by Charlotte Chin, Marburg, Germany
When injustice becomes law, resistance becomes a duty
– Thomas Jefferson
The Bersih 4.0 demonstration was an overnight rally which took place on 29 and 30 August in Kuala Lumpur (spread across five locations: Sogo, Pasar Seni KL, Dataran Maybank, Brickfields and Masjid Negara), Kuching (Padang Merdeka) and Kota Kinabalu (Tanjung Lipat). GlobaBersih organised Bersih demonstrations in many cities across the world.
The rally was organized by “The Coalition for Clean and Fair Elections” or simply Bersih (a Malay word meaning clean). A coalition of non-governmental organisations, Bersih is championing a reform of the current electoral system so that elections are free, clean and fair. Past Bersih rallies were in 2007, 2011, and 2012.
Bersih´s also demands a transparent government, the right to demonstrate, and the strengthening of parliamentary democracy. Bersih 4.0. focused on the resignation of the Malaysian Prime Minister Najib Tun Razak and on saving the national economy from further decline.
Although the Peaceful Assembly Act legitimized the Bersih 4.0 rally, authorities claimed that the demonstration was illegal and supporters were threatened. One example is the Minister for Higher Education Idris Jusoh who warned undergraduates about participating in the demonstration. Students who participated would face action under the University and University Colleges Act. Although the Malaysian Constitution ensures the right to peaceful demonstration, the police declared the rally illegal, and said that Bersih organisers did not provide sufficient details of the rally.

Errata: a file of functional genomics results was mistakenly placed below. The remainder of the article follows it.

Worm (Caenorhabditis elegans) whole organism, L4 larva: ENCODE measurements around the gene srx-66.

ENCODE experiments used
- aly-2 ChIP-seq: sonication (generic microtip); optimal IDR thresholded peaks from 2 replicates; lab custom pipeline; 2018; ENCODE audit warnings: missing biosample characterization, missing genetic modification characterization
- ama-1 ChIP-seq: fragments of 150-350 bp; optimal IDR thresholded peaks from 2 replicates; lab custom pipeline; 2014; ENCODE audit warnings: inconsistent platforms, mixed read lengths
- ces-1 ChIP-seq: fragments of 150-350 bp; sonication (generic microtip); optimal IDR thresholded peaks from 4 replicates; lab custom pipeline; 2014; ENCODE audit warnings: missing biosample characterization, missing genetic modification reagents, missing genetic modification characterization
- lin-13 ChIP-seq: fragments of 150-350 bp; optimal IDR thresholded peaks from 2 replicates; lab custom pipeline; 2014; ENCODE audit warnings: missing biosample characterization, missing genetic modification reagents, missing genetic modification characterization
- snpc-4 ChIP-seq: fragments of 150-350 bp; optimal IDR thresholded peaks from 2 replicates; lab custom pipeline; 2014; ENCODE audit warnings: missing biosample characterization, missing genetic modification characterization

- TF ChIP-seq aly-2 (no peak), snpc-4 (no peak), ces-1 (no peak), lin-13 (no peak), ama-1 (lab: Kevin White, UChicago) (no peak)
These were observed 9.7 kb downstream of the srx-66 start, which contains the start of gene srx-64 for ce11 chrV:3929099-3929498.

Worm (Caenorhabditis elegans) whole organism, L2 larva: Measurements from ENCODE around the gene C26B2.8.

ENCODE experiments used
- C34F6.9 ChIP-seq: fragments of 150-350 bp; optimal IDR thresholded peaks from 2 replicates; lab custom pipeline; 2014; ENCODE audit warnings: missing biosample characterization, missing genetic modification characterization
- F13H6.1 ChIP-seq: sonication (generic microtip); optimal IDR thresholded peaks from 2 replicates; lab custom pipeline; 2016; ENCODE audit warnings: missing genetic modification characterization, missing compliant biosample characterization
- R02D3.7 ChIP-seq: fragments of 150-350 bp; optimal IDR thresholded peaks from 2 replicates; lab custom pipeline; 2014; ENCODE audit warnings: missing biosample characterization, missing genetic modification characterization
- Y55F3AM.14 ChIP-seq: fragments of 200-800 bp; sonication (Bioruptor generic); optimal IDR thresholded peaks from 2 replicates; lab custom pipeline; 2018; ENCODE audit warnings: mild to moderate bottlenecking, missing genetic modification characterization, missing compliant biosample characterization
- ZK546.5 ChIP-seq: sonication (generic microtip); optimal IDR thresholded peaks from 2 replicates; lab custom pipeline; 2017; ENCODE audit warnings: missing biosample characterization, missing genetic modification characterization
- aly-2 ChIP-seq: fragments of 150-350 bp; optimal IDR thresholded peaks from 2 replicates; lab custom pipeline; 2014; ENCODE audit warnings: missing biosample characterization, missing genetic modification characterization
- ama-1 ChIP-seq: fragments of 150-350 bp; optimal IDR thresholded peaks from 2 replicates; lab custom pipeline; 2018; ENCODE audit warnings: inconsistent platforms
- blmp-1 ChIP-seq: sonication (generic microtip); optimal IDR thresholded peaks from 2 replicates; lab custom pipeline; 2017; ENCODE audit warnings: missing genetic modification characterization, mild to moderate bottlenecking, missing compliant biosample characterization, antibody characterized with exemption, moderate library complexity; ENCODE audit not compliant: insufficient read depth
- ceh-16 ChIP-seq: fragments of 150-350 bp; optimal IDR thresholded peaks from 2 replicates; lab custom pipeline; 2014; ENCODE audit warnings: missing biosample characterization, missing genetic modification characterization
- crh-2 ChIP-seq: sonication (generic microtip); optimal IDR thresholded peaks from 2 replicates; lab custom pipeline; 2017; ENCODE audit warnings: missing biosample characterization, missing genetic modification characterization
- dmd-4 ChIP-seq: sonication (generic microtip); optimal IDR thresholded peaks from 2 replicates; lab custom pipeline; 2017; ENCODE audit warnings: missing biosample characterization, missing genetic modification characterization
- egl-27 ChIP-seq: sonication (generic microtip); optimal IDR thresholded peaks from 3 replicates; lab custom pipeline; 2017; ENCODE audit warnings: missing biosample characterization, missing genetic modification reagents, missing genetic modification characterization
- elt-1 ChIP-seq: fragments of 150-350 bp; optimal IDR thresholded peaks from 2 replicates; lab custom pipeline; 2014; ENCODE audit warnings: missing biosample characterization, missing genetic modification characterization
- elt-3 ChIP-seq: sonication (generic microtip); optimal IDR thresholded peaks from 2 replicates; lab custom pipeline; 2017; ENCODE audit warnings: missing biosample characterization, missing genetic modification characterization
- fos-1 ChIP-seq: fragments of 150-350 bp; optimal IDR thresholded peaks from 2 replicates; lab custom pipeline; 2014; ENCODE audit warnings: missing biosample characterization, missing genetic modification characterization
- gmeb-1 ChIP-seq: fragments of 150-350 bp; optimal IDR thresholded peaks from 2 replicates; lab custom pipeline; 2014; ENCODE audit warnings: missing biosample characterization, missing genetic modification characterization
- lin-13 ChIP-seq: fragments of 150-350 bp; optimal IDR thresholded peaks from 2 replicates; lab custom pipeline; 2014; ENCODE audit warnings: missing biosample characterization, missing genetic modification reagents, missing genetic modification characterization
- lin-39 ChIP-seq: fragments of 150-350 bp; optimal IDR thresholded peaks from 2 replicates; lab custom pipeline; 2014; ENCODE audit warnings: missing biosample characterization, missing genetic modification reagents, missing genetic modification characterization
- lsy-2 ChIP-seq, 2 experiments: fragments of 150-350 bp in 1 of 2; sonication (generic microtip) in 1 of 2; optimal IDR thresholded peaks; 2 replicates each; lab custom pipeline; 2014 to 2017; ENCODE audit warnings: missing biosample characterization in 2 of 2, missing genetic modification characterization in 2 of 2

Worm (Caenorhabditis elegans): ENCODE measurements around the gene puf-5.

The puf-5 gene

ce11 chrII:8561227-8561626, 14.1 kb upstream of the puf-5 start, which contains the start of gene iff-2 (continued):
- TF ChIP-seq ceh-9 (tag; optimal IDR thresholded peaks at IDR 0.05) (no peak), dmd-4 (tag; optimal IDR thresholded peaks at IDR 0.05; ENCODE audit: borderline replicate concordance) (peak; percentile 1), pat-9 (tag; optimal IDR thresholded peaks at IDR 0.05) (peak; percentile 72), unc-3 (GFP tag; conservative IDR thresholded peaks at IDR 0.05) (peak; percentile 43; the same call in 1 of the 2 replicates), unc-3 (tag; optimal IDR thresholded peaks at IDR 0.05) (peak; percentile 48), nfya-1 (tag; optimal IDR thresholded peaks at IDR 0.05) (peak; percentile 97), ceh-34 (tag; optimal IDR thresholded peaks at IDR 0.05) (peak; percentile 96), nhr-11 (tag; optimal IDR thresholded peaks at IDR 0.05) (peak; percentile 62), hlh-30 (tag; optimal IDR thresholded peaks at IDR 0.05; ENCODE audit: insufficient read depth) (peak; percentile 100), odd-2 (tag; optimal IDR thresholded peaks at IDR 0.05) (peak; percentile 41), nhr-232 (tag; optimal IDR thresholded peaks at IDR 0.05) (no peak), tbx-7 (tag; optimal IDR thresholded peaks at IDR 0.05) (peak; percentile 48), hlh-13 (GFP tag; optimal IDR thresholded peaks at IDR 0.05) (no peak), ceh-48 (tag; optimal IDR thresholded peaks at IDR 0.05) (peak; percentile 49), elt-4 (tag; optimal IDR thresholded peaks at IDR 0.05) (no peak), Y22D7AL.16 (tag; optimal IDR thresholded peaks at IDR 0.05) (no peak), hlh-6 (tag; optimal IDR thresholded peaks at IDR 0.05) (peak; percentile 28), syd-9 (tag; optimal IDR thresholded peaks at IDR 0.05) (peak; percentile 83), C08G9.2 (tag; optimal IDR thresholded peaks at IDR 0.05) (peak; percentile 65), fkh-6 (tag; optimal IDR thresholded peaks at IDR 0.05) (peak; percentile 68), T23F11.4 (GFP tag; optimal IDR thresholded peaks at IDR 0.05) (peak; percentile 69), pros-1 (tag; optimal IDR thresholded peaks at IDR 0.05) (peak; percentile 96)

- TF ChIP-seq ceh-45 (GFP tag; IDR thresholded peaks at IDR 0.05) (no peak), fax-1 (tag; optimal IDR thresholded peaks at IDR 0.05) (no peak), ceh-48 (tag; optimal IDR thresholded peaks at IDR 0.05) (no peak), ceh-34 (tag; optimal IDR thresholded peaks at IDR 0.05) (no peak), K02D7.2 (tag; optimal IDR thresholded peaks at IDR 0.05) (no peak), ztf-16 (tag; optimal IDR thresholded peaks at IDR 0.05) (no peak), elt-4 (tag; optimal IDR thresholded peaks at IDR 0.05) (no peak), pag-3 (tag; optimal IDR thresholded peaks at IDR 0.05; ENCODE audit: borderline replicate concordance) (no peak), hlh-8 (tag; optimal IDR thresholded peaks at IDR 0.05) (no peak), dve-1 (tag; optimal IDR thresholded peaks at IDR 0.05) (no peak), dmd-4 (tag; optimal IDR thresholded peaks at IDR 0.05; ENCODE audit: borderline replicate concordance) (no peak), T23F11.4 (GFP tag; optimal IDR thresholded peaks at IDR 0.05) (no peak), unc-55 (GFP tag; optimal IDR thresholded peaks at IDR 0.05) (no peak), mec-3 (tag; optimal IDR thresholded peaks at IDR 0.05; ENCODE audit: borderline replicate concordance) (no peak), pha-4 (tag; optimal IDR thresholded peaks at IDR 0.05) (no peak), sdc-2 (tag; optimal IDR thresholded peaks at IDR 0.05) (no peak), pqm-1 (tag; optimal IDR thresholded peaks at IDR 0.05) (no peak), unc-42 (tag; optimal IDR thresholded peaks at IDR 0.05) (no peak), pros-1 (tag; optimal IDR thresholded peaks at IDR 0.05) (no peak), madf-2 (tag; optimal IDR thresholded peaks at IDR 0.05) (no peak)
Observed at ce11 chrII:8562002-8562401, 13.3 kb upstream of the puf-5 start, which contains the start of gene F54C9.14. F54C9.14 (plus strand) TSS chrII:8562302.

Supporting Bersih 4.0 carries risks, but why is it important to be part of the movement?
People have real and serious concerns for their safety and well-being. On the one hand, I understand people who are worried about attending demonstrations in Malaysia, but on the other hand demonstrating is the best thing you can do to push for change in a peaceful way. Calling for change as an individual is difficult, but it becomes much easier in a group. Malaysians should demonstrate – no matter their ethnicity, social class, age, and gender.
Indomitable Auntie Bersih
It is about solidarity and human rights, but it is also about rallying together to save Malaysia and to make sure that it does not become a failed state. Everyone who has observed politics knows that Prime Minister Najib Razak has to resign. His exit is a matter of time, and Bersih 4.0 is playing its part to push for change.
Of course Bersih is unable to change the system of governance which is rotting at the core, nor can it mend economy nor can it attain immediate democracy. Bersih demonstrations are a step forward, towards justice. Bersih can pave the way.
While everyone I met in Malaysia was really friendly and peace-loving, many Malaysians are genuinely worried about their country’s future. Taxes are increasing, while sales remain the same; the standard of living is deteriorating, people are dissatisfied, and discontent and anger run high. How bad will the situation become when economic crisis hits the country and when people have to fight to stay alive? There are enough examples in history books illustrating tragic outcomes.